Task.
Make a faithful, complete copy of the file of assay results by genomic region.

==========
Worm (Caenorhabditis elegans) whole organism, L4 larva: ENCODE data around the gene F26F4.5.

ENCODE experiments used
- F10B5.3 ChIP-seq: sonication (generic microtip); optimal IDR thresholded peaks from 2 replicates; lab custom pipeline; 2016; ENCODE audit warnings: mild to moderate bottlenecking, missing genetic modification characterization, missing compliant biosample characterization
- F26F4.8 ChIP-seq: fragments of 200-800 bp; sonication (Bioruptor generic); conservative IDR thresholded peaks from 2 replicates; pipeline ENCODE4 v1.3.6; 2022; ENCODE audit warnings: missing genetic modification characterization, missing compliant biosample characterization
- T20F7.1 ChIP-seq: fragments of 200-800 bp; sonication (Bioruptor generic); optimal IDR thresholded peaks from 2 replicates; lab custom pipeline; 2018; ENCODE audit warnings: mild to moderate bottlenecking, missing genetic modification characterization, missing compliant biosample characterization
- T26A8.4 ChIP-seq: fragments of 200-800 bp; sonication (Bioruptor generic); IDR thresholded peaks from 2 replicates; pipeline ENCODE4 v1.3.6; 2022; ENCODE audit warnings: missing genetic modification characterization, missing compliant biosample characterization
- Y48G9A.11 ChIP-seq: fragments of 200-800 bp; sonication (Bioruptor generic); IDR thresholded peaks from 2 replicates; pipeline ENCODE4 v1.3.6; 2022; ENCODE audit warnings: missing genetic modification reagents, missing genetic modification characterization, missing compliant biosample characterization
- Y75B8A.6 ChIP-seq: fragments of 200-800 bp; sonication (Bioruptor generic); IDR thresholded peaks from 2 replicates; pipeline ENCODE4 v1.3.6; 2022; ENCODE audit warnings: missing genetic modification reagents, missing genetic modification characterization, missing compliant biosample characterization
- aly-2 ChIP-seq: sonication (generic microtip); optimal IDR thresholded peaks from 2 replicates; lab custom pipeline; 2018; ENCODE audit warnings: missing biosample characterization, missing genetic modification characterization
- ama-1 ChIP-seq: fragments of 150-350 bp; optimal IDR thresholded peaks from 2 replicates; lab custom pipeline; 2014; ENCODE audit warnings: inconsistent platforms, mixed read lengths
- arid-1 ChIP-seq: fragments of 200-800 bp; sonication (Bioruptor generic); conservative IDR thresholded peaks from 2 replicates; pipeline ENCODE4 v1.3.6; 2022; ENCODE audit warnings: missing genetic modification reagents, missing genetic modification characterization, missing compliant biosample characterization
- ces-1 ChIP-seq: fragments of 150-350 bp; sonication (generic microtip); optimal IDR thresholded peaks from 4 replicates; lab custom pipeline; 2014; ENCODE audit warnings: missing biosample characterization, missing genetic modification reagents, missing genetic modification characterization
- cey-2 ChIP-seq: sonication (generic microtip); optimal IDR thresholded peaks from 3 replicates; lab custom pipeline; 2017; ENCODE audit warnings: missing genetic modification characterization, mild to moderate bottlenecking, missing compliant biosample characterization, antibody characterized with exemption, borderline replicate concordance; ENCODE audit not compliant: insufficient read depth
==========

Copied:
Worm (Caenorhabditis elegans) whole organism, L4 larva: ENCODE data around the gene F26F4.5.

ENCODE experiments used
- F10B5.3 ChIP-seq: sonication (generic microtip); optimal IDR thresholded peaks from 2 replicates; lab custom pipeline; 2016; ENCODE audit warnings: mild to moderate bottlenecking, missing genetic modification characterization, missing compliant biosample characterization
- F26F4.8 ChIP-seq: fragments of 200-800 bp; sonication (Bioruptor generic); conservative IDR thresholded peaks from 2 replicates; pipeline ENCODE4 v1.3.6; 2022; ENCODE audit warnings: missing genetic modification characterization, missing compliant biosample characterization
- T20F7.1 ChIP-seq: fragments of 200-800 bp; sonication (Bioruptor generic); optimal IDR thresholded peaks from 2 replicates; lab custom pipeline; 2018; ENCODE audit warnings: mild to moderate bottlenecking, missing genetic modification characterization, missing compliant biosample characterization
- T26A8.4 ChIP-seq: fragments of 200-800 bp; sonication (Bioruptor generic); IDR thresholded peaks from 2 replicates; pipeline ENCODE4 v1.3.6; 2022; ENCODE audit warnings: missing genetic modification characterization, missing compliant biosample characterization
- Y48G9A.11 ChIP-seq: fragments of 200-800 bp; sonication (Bioruptor generic); IDR thresholded peaks from 2 replicates; pipeline ENCODE4 v1.3.6; 2022; ENCODE audit warnings: missing genetic modification reagents, missing genetic modification characterization, missing compliant biosample characterization
- Y75B8A.6 ChIP-seq: fragments of 200-800 bp; sonication (Bioruptor generic); IDR thresholded peaks from 2 replicates; pipeline ENCODE4 v1.3.6; 2022; ENCODE audit warnings: missing genetic modification reagents, missing genetic modification characterization, missing compliant biosample characterization
- aly-2 ChIP-seq: sonication (generic microtip); optimal IDR thresholded peaks from 2 replicates; lab custom pipeline; 2018; ENCODE audit warnings: missing biosample characterization, missing genetic modification characterization
- ama-1 ChIP-seq: fragments of 150-350 bp; optimal IDR thresholded peaks from 2 replicates; lab custom pipeline; 2014; ENCODE audit warnings: inconsistent platforms, mixed read lengths
- arid-1 ChIP-seq: fragments of 200-800 bp; sonication (Bioruptor generic); conservative IDR thresholded peaks from 2 replicates; pipeline ENCODE4 v1.3.6; 2022; ENCODE audit warnings: missing genetic modification reagents, missing genetic modification characterization, missing compliant biosample characterization
- ces-1 ChIP-seq: fragments of 150-350 bp; sonication (generic microtip); optimal IDR thresholded peaks from 4 replicates; lab custom pipeline; 2014; ENCODE audit warnings: missing biosample characterization, missing genetic modification reagents, missing genetic modification characterization
- cey-2 ChIP-seq: sonication (generic microtip); optimal IDR thresholded peaks from 3 replicates; lab custom pipeline; 2017; ENCODE audit warnings: missing genetic modification characterization, mild to moderate bottlenecking, missing compliant biosample characterization, antibody characterized with exemption, borderline replicate concordance; ENCODE audit not compliant: insufficient read depth